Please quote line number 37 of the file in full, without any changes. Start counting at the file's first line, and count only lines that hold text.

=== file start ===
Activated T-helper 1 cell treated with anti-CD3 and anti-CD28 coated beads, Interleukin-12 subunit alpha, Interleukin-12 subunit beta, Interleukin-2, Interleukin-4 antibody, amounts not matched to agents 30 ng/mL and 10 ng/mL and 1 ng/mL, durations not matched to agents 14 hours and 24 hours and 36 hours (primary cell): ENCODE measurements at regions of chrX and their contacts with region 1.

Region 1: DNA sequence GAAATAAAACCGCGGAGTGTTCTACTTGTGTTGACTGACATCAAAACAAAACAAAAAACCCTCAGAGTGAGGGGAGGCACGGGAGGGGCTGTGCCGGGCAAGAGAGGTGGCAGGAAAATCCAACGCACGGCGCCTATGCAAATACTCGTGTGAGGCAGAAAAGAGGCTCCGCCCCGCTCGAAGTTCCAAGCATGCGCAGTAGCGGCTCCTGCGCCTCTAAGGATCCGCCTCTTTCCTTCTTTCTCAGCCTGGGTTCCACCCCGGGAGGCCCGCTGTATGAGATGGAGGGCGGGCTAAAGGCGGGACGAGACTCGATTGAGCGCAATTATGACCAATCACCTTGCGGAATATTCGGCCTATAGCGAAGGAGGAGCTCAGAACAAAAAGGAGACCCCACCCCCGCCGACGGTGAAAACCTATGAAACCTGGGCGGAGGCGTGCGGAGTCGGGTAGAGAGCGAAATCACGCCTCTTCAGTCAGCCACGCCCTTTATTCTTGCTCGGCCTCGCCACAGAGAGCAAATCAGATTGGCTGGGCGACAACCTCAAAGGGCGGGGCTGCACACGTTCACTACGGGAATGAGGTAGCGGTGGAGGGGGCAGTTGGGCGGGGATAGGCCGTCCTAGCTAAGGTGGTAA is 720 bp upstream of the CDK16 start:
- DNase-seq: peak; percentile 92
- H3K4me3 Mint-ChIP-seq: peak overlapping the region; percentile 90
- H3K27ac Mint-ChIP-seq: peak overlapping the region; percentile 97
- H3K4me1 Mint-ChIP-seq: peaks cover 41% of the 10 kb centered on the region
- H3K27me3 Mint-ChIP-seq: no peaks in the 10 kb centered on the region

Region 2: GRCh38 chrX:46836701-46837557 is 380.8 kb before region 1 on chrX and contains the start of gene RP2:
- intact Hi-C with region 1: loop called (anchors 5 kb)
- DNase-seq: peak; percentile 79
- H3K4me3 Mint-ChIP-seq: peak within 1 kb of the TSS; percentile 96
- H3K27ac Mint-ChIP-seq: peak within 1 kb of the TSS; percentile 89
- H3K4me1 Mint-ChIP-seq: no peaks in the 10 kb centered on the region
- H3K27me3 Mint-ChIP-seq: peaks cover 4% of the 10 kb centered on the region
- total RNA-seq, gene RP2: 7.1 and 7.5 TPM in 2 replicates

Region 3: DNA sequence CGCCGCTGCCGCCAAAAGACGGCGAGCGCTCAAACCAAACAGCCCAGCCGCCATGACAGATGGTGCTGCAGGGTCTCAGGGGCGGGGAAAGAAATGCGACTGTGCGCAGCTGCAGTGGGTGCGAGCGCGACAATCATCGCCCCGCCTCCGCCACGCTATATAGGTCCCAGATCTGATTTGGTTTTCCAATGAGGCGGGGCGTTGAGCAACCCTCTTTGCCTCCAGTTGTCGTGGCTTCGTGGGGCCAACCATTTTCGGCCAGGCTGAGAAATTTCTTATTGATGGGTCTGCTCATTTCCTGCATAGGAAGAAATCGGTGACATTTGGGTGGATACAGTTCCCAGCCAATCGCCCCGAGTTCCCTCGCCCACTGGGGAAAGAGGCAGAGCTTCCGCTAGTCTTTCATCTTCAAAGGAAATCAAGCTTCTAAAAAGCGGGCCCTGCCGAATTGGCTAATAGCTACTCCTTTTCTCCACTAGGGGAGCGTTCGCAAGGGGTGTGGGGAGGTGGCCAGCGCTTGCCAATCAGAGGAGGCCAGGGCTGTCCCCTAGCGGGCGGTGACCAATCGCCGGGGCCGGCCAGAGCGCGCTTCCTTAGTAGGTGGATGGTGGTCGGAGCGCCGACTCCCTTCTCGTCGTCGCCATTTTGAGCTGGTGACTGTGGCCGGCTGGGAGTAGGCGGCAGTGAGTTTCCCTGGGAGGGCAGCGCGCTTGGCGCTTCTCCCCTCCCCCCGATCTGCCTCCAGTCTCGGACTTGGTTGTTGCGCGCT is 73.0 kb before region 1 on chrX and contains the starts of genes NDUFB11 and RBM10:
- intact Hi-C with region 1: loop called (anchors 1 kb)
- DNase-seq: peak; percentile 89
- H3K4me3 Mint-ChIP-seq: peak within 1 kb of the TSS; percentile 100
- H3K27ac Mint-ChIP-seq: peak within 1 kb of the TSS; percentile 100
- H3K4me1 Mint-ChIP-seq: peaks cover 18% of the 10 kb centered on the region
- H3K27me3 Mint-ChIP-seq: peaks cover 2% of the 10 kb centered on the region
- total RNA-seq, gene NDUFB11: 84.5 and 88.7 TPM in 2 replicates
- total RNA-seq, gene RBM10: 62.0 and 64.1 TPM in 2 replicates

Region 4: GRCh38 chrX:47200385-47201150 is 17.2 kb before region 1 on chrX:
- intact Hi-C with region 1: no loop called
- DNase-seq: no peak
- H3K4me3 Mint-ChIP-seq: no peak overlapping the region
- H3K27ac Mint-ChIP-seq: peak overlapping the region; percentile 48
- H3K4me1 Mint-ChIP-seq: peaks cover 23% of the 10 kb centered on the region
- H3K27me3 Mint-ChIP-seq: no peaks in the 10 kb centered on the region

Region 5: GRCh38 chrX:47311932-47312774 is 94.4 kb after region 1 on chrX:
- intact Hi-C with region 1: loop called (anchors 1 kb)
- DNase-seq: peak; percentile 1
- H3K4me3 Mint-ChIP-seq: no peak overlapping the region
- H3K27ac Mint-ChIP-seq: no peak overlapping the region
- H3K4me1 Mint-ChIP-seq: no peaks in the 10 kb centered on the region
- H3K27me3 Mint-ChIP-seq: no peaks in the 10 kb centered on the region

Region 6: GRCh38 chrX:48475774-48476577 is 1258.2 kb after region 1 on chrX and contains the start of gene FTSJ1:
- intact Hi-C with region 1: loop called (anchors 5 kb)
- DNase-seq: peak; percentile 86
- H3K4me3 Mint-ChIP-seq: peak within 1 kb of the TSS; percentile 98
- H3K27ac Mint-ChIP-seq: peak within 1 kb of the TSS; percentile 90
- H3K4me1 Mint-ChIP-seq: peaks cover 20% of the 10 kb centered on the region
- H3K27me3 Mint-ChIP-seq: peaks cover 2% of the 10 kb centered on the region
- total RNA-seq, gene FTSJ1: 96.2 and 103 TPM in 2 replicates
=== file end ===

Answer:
- H3K4me1 Mint-ChIP-seq: no peaks in the 10 kb centered on the region